The film's message is oblique so it isn't easy to discern the filmmakers' intentions. No simple answers or trite conclusions are presented but the film does ponder life on either side of the wall both pre- and post-reunification of Berlin. "They're building another wall somewhere," our guide says in reference to Palestine. Surely, there's a lesson to be learned from the history of this wall.
The DVD from Icarus Films is only a serviceable presentation of the two films. The main feature was shot on digital video so it looks very clean. Colors are slightly dull but a few sunny scenes are rendered with a pleasing level of color saturation. It's not too distracting but video compression problems are noticeable. Areas that should be a solid color have a tendency to shimmer and the level of detail in some background scenery isn't fully realized in this standard definition treatment. However, the camerawork is impeccable (in both films) with interesting compositions in almost every shot whether we're riding alongside Swinton as she cycles or in a static shot that frames elements perfectly. The picture is mastered in 1.78:1 anamorphic but the actual screen image fits a 1.66:1 aspect ratio, leaving black bars on both sides of the screen on a 16:9 monitor.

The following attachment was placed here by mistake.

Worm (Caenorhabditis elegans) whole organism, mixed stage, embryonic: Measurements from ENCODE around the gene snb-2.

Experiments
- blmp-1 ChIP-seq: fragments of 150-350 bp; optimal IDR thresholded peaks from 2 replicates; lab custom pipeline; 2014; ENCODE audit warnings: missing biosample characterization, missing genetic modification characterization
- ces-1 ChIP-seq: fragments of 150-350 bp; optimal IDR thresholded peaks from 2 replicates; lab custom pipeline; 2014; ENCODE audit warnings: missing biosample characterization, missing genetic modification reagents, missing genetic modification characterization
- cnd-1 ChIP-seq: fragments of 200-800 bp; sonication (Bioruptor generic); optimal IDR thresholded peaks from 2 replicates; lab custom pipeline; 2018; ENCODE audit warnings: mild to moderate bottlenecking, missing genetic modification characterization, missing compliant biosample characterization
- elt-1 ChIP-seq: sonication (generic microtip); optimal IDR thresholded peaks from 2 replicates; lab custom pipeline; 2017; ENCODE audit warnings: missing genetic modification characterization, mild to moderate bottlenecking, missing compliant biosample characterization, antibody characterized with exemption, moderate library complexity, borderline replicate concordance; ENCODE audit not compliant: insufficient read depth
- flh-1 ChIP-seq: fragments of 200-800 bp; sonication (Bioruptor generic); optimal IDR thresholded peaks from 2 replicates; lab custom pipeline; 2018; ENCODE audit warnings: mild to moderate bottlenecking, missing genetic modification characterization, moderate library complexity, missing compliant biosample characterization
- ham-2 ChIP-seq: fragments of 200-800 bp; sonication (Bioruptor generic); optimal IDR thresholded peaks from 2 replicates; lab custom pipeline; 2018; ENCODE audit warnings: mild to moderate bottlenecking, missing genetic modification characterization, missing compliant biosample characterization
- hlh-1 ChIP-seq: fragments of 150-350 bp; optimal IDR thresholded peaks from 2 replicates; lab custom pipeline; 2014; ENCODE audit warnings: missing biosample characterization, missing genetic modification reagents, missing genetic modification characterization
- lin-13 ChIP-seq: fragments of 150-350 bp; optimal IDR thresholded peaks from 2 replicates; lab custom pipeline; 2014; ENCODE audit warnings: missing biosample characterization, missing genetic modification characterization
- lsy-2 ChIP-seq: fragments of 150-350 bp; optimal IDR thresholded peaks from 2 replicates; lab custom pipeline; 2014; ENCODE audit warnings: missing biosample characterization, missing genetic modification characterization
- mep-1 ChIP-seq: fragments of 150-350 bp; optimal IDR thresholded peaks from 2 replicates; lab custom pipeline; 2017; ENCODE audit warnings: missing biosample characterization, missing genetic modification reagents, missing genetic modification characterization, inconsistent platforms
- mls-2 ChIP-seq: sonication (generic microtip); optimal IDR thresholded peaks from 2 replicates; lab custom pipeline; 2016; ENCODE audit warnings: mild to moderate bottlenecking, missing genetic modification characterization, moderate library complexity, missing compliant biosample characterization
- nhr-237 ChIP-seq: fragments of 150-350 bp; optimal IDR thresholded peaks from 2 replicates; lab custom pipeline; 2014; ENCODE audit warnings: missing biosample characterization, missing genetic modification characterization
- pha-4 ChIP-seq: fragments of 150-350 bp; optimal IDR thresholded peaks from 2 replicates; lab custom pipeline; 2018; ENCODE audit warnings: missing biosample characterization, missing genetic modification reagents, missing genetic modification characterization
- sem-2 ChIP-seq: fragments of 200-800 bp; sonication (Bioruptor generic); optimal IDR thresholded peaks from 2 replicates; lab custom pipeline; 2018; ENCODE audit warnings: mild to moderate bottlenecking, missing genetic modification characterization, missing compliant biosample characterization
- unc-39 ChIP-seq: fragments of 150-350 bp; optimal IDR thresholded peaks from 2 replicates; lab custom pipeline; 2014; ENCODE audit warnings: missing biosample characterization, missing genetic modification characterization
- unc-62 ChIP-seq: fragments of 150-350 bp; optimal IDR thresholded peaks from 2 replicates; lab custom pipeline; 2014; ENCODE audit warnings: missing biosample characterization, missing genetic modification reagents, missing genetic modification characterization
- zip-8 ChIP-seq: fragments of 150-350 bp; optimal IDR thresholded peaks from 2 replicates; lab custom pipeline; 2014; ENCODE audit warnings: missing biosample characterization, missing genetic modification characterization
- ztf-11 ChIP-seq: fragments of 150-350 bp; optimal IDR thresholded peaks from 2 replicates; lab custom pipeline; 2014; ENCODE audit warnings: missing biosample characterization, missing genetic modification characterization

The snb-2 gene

The stereo audio on The Invisible Frame is likewise merely adequate. The soundtrack is a nice mix of music and location-recorded sounds from along the route. However, Swinton's dialogue can be difficult to hear clearly. I had the impression that her voice-over dialogue gradually grew softer as the movie progressed but that could have been a trick of the ears. Swinton speaks with a few locals in German and her poetical musings are spoken in English in a voice-over recording. Fixed English or German subtitles provide translations whenever the other language is spoken.